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To stop the kids from smoking, it's going to take money — specifically, money from you, faithful smoker. That's the message from the World Health Organization, which released a "Report on the Global Tobacco Epidemic" on Wednesday. The report examines how countries fight tobacco use by doing things like putting warning labels on cartons and preventing cigarette companies from advertising their products.
But perhaps the most important element in preventing tobacco use, according to the report, is an increase in tobacco taxes. Increasing the tobacco tax rate by 10 percent will reduce use in wealthy countries by 4 percent, according to the report. In middle- and low-income countries, the rate will decrease by 8 percent.
And what's more, the report argues, a tax increase will prevent many teenagers -- who rarely have much spending money -- from getting hooked on cigarettes in the first place.
Around the world, only 32 countries have "sufficiently high tax rates." The United States is not one of those countries. And in this country of noncompliance, this area is among the worst.
In addition to the $1.01 federal tax on each pack of cigarettes, smokers in Tennessee pay a 62-cent state tax. That's 39th-highest in the country. Smokers in Georgia pay 37 cents per pack to the state. That's 48th.
Still, though, many local politicians do not support an increase.
A spokesman with Georgia Gov. Nathan Deal's office said, "The governor is against raising taxes, period."
In Tennessee, Gov. Bill Haslam's office echoed that sentiment. A spokesman said the governor is taking other measures to curb tobacco use. He pointed out eight billboards posted across the state in April that promoted the Tennessee Tobacco QuitLine, as well as the state's support in May of a national campaign aimed at encouraging people to ask doctors about how to quit smoking.
Cade Cothren, the press secretary for Tennessee's House Republican Caucus, said he doubts conservative state representatives will want to raise the cost of cigarettes.
"When it comes to tax increases in general, that's going to be something we are weary of," he said. "At the end of the day that may be a good idea because the effects of cigarette smoke are far-reaching. There is no question. But that is something we are going to have to study on this matter."
Danny McGoldrick, the vice president of research at the Campaign for Tobacco-Free Kids, said he often hears that argument from lawmakers who are nervous about charging residents more money.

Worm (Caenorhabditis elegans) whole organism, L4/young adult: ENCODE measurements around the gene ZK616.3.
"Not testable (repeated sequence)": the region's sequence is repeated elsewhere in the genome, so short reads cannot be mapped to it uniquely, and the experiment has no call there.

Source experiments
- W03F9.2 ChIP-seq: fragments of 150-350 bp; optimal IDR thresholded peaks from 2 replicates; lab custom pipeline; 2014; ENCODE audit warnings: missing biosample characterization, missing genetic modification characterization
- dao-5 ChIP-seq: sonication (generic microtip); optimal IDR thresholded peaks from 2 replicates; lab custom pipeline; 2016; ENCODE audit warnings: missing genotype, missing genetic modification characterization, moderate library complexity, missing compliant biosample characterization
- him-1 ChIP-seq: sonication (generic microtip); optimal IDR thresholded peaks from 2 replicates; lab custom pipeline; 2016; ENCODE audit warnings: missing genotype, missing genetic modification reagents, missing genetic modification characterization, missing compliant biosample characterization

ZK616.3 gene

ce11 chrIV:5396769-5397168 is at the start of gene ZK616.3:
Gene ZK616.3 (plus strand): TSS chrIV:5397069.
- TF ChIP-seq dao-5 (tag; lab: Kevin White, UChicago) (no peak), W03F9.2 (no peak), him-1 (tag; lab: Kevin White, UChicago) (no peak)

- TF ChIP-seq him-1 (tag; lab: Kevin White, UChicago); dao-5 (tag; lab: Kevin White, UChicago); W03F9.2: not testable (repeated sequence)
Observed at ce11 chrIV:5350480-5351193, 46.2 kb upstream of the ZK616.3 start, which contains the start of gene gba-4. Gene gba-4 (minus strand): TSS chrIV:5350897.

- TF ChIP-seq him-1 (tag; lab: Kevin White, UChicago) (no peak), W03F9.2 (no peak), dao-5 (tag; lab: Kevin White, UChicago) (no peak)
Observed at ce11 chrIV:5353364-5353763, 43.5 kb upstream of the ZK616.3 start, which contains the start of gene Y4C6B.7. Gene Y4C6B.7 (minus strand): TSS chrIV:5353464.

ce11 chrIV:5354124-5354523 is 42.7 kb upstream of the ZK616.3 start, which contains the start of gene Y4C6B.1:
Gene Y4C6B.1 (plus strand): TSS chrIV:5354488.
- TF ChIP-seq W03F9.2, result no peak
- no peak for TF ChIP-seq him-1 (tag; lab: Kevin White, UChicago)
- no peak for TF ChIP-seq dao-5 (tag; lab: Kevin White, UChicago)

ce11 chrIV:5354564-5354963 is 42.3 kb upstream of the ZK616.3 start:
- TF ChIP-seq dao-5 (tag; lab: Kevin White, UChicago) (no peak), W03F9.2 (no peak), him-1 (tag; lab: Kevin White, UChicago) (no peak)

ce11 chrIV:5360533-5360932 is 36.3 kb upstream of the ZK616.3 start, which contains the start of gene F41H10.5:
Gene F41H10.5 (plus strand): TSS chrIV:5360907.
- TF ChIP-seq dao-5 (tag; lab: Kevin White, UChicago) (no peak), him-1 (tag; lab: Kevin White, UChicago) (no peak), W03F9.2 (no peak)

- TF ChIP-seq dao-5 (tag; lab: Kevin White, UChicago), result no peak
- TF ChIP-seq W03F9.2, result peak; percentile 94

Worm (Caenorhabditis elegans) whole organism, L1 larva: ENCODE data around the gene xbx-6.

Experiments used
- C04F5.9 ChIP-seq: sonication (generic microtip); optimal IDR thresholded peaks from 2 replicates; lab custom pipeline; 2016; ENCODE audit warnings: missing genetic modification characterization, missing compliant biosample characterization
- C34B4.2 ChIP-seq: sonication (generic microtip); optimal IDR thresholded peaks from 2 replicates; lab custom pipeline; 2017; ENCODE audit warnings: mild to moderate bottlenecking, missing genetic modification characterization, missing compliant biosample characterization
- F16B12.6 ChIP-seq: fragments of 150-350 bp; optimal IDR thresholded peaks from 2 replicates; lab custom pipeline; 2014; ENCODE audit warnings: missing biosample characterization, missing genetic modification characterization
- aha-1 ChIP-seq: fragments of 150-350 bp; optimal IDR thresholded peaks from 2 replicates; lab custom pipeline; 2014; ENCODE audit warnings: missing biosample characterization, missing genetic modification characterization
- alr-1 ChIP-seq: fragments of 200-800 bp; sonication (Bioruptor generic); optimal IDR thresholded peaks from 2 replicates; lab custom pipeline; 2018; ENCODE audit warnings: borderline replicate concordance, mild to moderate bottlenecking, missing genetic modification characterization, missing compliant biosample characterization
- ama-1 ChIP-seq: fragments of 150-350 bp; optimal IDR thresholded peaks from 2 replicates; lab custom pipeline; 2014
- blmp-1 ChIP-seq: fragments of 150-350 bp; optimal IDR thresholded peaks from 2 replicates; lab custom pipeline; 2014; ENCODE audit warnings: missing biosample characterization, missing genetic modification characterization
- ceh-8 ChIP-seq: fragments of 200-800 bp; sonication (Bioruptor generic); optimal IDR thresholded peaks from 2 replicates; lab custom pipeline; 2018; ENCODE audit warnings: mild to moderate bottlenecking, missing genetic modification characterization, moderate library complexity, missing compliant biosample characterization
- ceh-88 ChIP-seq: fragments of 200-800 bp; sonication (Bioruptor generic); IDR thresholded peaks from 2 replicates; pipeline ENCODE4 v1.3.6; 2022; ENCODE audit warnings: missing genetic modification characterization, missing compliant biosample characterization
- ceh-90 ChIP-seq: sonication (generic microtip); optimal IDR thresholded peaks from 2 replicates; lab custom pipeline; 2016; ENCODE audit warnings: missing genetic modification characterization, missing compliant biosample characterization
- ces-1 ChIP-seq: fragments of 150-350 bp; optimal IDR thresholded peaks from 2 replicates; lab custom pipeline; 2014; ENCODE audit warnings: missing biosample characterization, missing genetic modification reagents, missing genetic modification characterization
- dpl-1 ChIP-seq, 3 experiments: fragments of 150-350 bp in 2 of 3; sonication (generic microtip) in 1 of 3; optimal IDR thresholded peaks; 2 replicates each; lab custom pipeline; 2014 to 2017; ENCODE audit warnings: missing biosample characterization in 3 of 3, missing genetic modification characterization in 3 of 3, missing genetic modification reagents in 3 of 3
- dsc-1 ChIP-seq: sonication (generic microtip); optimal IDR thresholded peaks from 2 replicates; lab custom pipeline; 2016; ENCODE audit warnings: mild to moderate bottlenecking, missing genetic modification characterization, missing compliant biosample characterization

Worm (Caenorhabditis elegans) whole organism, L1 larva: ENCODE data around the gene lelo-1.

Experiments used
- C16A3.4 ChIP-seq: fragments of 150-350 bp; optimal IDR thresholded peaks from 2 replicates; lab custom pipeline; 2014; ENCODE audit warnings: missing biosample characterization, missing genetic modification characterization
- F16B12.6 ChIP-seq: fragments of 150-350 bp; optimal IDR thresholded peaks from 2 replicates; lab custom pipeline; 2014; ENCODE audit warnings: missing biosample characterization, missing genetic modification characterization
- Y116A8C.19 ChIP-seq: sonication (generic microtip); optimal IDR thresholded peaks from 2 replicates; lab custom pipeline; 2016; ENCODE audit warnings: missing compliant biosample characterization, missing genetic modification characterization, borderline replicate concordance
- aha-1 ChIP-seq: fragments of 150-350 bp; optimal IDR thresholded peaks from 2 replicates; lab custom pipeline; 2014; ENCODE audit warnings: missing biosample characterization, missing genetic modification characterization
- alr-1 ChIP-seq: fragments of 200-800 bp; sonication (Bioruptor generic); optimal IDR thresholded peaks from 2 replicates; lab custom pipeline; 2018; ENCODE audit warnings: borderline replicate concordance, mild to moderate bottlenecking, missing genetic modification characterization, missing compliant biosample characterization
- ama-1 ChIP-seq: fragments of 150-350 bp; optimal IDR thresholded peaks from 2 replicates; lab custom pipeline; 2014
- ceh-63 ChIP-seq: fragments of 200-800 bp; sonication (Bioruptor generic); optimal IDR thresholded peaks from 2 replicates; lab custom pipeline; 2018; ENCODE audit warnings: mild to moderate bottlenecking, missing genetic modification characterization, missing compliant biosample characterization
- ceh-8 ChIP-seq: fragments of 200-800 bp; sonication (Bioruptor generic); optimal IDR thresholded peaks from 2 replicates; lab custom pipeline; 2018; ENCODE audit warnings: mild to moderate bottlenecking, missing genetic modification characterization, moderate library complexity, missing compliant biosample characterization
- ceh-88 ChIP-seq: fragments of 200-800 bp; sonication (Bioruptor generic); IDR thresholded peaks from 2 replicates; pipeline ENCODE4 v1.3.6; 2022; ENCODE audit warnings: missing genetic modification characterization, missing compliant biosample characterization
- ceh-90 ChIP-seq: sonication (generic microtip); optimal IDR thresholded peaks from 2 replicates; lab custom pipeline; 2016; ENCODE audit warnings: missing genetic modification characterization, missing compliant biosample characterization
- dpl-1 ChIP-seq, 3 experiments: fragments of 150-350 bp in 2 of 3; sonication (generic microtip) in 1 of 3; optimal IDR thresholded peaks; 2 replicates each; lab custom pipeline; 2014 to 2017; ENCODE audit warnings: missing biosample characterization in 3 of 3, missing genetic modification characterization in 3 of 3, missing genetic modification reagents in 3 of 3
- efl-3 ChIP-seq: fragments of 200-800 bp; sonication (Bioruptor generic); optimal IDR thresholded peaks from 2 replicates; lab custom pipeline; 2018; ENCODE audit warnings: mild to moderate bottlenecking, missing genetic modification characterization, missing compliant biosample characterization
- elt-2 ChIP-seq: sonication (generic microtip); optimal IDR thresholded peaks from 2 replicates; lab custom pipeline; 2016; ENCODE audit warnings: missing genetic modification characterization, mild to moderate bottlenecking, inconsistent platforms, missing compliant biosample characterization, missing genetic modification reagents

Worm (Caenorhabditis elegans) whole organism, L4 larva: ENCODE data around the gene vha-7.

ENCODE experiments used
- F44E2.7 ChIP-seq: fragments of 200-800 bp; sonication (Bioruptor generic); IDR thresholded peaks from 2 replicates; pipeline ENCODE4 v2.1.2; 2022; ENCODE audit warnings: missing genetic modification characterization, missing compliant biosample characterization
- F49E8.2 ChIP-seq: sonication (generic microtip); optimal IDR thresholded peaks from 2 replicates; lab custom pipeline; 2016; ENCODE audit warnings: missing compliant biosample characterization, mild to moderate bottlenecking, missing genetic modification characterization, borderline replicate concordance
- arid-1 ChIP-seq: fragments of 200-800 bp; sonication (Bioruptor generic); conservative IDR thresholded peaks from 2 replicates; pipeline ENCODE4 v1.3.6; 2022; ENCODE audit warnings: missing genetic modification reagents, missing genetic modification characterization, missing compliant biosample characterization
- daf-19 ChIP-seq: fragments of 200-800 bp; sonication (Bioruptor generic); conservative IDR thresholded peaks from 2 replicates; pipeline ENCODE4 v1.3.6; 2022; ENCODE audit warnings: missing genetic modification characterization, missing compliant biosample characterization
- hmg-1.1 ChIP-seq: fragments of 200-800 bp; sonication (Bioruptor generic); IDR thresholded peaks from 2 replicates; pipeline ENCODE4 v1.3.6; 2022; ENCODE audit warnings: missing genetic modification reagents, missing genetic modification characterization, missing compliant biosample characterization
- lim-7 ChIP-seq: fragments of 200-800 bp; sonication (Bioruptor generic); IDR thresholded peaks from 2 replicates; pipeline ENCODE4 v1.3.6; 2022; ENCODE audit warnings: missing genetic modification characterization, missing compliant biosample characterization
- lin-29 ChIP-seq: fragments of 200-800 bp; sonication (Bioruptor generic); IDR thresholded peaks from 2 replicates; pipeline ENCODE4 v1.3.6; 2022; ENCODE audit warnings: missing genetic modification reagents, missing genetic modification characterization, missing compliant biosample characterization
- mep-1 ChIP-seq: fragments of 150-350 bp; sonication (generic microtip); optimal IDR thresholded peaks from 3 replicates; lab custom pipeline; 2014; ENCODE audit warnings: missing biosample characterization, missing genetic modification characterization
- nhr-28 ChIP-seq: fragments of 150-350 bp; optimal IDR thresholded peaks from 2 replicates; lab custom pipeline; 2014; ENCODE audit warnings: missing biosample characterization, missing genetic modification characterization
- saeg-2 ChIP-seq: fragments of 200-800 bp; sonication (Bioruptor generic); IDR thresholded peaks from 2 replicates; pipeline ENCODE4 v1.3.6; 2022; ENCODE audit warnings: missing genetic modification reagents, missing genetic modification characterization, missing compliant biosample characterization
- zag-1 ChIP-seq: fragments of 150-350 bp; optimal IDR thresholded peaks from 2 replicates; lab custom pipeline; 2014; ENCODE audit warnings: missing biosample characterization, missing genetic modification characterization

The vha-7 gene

"The word 'tax' scares a lot of politicians," he said. "But we know from our polling that most of the population supports a tobacco tax increase."
Specifically, members of McGoldrick's organization point to a 2010 poll of 847 registered voters conducted by International Communications Research. The poll found that 67 percent of voters favor a $1 increase in their state tobacco tax rate.
During a poll in Tennessee in 2006, 38 percent of Republicans said they would favor a Democratic politician who supported a tobacco-tax increase instead of a conservative who did not. Flip the script, and 36 percent of the state's Democrats would support a Republican.
On Wednesday evening, Matt Jeffery walked toward Market Street with a friend, a cigarette in Jeffery's hand. He smokes about a pack a week, and he would not mind if the tax increased.
"It's really low," said Jeffery, 25. "But it balances out with our Sin Taxes. We have way too many alcohol taxes. So I guess it cancels out."
Chris Smith, who was visiting the Tennessee Aquarium while in town from Atlanta, agreed that a tax increase could be good.
"It's a health hazard," she said of smoking. "It's costing more in the long run."
The Campaign for Tobacco-Free Kids and the American Cancer Society argue that a $1 increase in the state's cigarette tax rate would, in five years, save Tennessee about $50 million in health care costs. The report is based on information from the U.S. Centers for Disease Control and Prevention.
The increase would cause some to stop smoking, decreasing their odds of going to the hospital. And, for those who don't kick the habit, the state would get more money in tax revenue -- about $282 million each year.
Contact Tyler Jett at firstname.lastname@example.org or 423-757-6476.
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